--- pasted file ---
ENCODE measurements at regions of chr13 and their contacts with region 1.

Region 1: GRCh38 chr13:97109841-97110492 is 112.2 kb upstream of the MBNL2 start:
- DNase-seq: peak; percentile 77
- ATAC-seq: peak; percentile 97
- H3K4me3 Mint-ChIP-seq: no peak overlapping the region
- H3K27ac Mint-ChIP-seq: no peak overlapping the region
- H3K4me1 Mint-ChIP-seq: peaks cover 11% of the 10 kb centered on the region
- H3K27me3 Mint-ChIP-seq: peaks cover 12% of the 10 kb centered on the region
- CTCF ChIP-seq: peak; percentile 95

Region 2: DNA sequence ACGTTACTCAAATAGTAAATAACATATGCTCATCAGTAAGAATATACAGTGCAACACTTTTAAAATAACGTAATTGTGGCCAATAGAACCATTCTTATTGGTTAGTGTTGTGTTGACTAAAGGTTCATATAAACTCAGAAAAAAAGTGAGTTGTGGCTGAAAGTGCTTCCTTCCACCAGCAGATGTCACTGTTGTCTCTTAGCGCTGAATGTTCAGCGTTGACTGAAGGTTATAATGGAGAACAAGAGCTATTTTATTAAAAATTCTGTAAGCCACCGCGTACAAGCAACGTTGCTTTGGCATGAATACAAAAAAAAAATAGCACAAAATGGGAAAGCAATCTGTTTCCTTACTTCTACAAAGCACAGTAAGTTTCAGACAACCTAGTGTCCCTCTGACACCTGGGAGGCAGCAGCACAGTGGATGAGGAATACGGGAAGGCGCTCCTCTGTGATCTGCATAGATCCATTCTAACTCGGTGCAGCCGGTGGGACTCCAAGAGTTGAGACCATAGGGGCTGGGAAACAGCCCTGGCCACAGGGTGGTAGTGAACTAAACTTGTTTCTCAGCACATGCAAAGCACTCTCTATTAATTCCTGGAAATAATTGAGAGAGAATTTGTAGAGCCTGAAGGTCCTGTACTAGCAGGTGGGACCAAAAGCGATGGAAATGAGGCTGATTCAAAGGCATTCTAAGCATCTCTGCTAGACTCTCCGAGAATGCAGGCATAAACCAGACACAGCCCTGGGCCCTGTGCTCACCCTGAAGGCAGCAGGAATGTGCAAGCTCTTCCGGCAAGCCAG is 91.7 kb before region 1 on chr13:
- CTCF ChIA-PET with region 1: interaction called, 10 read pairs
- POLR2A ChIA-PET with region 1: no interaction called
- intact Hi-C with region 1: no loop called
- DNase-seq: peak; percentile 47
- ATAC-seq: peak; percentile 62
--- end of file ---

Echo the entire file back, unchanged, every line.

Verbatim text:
ENCODE measurements at regions of chr13 and their contacts with region 1.

Region 1: GRCh38 chr13:97109841-97110492 is 112.2 kb upstream of the MBNL2 start:
- DNase-seq: peak; percentile 77
- ATAC-seq: peak; percentile 97
- H3K4me3 Mint-ChIP-seq: no peak overlapping the region
- H3K27ac Mint-ChIP-seq: no peak overlapping the region
- H3K4me1 Mint-ChIP-seq: peaks cover 11% of the 10 kb centered on the region
- H3K27me3 Mint-ChIP-seq: peaks cover 12% of the 10 kb centered on the region
- CTCF ChIP-seq: peak; percentile 95

Region 2: DNA sequence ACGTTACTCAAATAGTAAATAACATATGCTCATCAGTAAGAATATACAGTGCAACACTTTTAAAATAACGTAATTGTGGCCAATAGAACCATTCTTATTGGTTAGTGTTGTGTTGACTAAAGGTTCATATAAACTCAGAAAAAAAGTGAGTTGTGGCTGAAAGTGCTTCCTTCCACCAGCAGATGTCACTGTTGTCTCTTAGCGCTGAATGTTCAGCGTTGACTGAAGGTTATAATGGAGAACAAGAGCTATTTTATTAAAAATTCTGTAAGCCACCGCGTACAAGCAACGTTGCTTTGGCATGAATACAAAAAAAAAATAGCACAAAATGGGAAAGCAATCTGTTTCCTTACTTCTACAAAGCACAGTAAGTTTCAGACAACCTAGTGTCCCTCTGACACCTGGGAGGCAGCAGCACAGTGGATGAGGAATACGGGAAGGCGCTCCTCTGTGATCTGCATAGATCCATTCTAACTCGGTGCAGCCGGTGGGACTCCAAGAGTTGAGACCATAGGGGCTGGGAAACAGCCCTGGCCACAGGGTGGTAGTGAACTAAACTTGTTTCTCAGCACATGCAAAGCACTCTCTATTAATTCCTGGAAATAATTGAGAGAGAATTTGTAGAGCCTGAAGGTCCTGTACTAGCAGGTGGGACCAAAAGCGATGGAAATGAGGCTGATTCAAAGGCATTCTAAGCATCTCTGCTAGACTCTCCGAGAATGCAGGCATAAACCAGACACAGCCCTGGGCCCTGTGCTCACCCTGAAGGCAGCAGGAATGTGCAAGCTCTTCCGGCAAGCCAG is 91.7 kb before region 1 on chr13:
- CTCF ChIA-PET with region 1: interaction called, 10 read pairs
- POLR2A ChIA-PET with region 1: no interaction called
- intact Hi-C with region 1: no loop called
- DNase-seq: peak; percentile 47
- ATAC-seq: peak; percentile 62